Dr. Kauffman is a Buffalo Spree Top Doctor! See all of our physicians who made this year's list.
Special Interests:Active surveillance management of patients with small kidney tumors Metastatic biology/potential of small kidney tumors Molecular markers for kidney and prostate cancer patient risk stratification Genetics and molecular pathways for therapeutic targeting in kidney and prostate cancers
About Eric Kauffman
Dr. Kauffman was appointed to the faculty at Roswell Park Comprehensive Cancer Center (Roswell Park) in 2012. He serves in the Department of Urology and in the Department of Cancer Genetics. Dr. Kauffman attended the Pritzker School of Medicine at the University of Chicago, IL, where he earned his medical degree (2004) and was awarded a Howard Hughes Medical Institute fellowship for molecular research in prostate cancer (2001-2002). He subsequently completed his internship in General Surgery (2006) and residency in Urology (2010) at New York Presbyterian Hospital of Weill Medical College, Cornell University in New York, NY. He completed a clinical and research fellowship in Urologic Oncology at the National Cancer Institute of the National Institutes of Health in Bethesda, MD in 2012.
Dr. Kauffman specializes in the care of patients with kidney and prostate cancers and provides expertise in both robot-assisted and open operative approaches, including partial or radical nephrectomy and radical prostatectomy. His research interests include active surveillance as a primary management option for patients with low-risk kidney cancers, and the molecular characterization of early metastatic potential in kidney and prostate cancers, including molecular marker discovery and elucidation of signaling pathways for therapeutic targeting.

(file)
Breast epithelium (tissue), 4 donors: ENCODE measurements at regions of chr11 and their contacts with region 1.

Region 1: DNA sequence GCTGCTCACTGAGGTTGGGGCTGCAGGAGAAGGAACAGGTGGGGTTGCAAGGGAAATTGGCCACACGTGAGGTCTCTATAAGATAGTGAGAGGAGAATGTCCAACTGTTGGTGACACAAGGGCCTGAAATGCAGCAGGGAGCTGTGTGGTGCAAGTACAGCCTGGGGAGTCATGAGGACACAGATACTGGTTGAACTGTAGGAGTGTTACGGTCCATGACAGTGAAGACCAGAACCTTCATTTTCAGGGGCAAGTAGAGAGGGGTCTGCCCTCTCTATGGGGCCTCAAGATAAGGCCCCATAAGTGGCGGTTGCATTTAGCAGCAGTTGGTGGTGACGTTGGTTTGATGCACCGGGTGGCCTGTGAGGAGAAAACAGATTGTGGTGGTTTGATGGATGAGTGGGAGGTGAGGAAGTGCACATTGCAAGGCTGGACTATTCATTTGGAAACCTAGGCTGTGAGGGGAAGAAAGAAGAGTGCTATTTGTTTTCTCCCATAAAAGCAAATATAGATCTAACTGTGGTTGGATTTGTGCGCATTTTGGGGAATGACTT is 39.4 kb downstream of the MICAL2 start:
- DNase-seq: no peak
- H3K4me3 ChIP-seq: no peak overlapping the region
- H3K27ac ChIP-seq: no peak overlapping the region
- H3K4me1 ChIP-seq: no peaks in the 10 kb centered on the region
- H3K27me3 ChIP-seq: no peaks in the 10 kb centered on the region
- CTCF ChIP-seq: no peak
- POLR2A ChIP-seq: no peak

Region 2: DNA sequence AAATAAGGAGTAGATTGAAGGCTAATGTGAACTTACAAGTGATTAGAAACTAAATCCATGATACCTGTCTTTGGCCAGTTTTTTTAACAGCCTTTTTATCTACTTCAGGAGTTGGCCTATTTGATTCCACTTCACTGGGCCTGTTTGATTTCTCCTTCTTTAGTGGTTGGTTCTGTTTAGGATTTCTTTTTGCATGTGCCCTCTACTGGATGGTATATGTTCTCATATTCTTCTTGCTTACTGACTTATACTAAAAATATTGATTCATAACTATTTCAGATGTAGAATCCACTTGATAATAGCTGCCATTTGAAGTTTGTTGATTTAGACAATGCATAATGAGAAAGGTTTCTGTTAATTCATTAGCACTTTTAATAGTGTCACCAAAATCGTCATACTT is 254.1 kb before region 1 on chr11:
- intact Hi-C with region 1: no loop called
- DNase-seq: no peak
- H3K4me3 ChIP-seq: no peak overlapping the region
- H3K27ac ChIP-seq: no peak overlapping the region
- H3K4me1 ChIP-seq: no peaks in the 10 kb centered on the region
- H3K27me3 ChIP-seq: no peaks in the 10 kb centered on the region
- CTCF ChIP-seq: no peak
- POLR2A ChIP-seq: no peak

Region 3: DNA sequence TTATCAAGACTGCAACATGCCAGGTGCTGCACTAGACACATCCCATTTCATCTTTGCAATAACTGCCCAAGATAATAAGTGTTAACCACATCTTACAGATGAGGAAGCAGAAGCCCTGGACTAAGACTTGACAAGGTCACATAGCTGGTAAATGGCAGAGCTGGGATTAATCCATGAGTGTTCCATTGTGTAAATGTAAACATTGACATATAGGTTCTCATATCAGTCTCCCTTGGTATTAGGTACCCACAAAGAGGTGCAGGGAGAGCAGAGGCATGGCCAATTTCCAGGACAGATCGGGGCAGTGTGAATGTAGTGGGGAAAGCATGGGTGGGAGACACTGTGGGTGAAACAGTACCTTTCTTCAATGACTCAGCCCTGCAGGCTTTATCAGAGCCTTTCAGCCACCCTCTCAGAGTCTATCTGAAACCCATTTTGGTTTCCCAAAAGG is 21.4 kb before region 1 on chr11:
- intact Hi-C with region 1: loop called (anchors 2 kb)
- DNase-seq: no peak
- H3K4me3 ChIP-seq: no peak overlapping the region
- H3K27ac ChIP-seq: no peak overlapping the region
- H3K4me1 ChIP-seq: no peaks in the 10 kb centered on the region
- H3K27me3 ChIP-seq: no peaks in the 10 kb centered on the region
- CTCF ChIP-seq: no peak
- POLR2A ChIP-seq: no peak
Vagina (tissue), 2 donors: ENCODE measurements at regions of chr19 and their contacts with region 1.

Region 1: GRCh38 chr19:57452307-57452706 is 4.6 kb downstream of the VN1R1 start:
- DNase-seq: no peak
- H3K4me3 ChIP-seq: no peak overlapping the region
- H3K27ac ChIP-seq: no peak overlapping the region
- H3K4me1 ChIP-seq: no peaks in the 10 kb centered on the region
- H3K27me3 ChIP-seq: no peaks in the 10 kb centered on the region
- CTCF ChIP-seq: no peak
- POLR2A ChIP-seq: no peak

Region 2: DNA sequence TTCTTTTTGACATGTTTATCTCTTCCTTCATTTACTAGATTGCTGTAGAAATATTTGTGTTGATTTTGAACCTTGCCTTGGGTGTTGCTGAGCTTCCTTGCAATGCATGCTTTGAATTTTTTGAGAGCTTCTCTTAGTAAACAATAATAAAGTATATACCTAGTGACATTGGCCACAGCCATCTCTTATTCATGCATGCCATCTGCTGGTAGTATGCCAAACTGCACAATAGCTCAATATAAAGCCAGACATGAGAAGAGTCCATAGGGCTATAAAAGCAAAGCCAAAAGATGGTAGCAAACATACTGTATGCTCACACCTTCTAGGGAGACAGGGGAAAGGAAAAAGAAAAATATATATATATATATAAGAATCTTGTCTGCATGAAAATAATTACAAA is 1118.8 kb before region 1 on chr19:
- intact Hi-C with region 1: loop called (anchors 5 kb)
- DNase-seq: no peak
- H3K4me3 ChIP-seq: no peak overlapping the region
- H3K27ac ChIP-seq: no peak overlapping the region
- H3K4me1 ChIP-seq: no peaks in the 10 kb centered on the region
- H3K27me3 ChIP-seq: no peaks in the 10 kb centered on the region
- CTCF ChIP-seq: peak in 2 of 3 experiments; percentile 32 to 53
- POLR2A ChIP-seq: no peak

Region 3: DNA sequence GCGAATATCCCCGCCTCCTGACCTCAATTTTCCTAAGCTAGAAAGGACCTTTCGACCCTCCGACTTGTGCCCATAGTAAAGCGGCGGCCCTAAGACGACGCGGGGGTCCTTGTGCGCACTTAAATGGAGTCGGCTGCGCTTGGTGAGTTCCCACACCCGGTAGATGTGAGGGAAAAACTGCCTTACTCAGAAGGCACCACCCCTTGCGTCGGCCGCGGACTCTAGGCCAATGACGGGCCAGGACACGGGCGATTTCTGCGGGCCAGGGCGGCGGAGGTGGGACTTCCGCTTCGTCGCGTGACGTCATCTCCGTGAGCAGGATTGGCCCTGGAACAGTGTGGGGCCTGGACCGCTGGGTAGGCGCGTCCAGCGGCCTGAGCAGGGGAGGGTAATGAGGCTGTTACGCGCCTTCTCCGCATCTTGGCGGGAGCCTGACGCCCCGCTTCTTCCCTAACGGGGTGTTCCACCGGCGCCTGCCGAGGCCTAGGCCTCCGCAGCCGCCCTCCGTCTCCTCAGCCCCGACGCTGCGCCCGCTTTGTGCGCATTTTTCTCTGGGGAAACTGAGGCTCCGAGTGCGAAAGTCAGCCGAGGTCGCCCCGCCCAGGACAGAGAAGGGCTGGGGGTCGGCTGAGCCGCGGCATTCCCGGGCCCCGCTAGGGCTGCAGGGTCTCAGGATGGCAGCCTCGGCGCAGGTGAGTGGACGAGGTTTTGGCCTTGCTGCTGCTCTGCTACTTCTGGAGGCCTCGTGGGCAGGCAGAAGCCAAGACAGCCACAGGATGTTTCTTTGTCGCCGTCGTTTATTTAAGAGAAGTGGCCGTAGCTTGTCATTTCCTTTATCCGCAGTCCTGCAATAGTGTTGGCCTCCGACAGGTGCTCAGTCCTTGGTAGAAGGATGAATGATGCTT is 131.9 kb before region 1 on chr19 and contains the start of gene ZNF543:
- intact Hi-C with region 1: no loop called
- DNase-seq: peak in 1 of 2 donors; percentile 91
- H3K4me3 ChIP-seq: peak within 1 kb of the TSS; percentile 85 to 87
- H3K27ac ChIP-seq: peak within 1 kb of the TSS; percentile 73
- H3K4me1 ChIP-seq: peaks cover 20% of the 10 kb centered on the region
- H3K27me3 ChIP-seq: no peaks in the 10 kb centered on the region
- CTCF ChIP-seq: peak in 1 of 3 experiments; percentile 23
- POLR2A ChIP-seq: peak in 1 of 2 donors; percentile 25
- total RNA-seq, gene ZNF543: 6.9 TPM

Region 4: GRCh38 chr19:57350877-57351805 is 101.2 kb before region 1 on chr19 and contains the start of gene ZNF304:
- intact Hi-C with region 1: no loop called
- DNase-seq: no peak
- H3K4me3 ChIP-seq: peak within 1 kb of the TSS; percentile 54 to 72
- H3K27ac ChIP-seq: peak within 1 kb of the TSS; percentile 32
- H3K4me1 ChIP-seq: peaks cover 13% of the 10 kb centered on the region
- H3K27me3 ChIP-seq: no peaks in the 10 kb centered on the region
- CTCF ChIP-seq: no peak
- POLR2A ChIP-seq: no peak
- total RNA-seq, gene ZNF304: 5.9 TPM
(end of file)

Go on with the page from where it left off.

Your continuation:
Dr. Kauffman is a member of the American Urological Association and the Society of Urologic Oncology.
Dr. Kauffman has authored and co-authored several peer-reviewed publications, book chapters and abstracts on genitourinary oncology topics.
Roswell Park Comprehensive Cancer Center
- Associate Professor of Oncology
- Department of Urology
- Department of Cancer Genetics
University at Buffalo, State University of New York
- Clinical Assistant Professor of Urology
Education and Training:
- 2004 - MD - Pritzker School of Medicine, University of Chicago, Chicago, IL
- 2006-2010 - Urology - New York Presbyterian Hospital, Weill Medical College of Cornell University, New York, NY
- 2004-2006 - General Surgery - New York Presbyterian Hospital, Weill Medical College of Cornell University, New York, NY
- 2010-2012 - Urologic Oncology - National Cancer Institute, National Institutes of Health, Bethesda, MD
- 2012-present - Society of Urologic Oncology
- 2005-present - American Urological Association
Featured on Cancer Talk
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- Kauffman EC, Liu H, Schwartz MJ, Scherr DS. Toll-like receptor 7 agonist therapy with imidazoquinoline enhances cancer cell death and increases lymphocytic infiltration and proinflammatory cytokine production in established tumors of a renal cell carcinoma mouse model. J Oncol. 2012;2012:103298. PubMed PMID: 22481916; PubMed Central PMCID: PMC3317372.
- Kauffman EC, Robinson BD, Downes MJ, Powell LG, Lee MM, Scherr DS, Gudas LJ, Mongan NP. Role of androgen receptor and associated lysine-demethylase coregulators, LSD1 and JMJD2A, in localized and advanced human bladder cancer. Mol Carcinog. 2011 Dec;50(12):931-44. PubMed PMID: 21400613; PubMed Central PMCID: PMC3315373.
- Kauffman EC, Ng CK, Lee MM, Otto BJ, Wang GJ, Scherr DS. Early oncological outcomes for bladder urothelial carcinoma patients treated with robotic-assisted radical cystectomy. BJU Int. 2011 Feb;107(4):628-35. PubMed PMID: 20883479.
- Kauffman EC, Barocas DA, Chen YT, Yang XJ, Scherr DS, Tu JJ. Differential expression of KAI1 metastasis suppressor protein in renal cell tumor histological subtypes. J Urol. 2009 May;181(5):2305-11. PubMed PMID: 193303095.
- Kauffman EC, Robinson VL, Stadler WM, Sokoloff MH, Rinker-Schaeffer CW. Metastasis suppression: the evolving role of metastasis suppressor genes for regulating cancer cell growth at the secondary site. J Urol. 2003 Mar;169(3):1122-33. PubMed PMID: 12576866.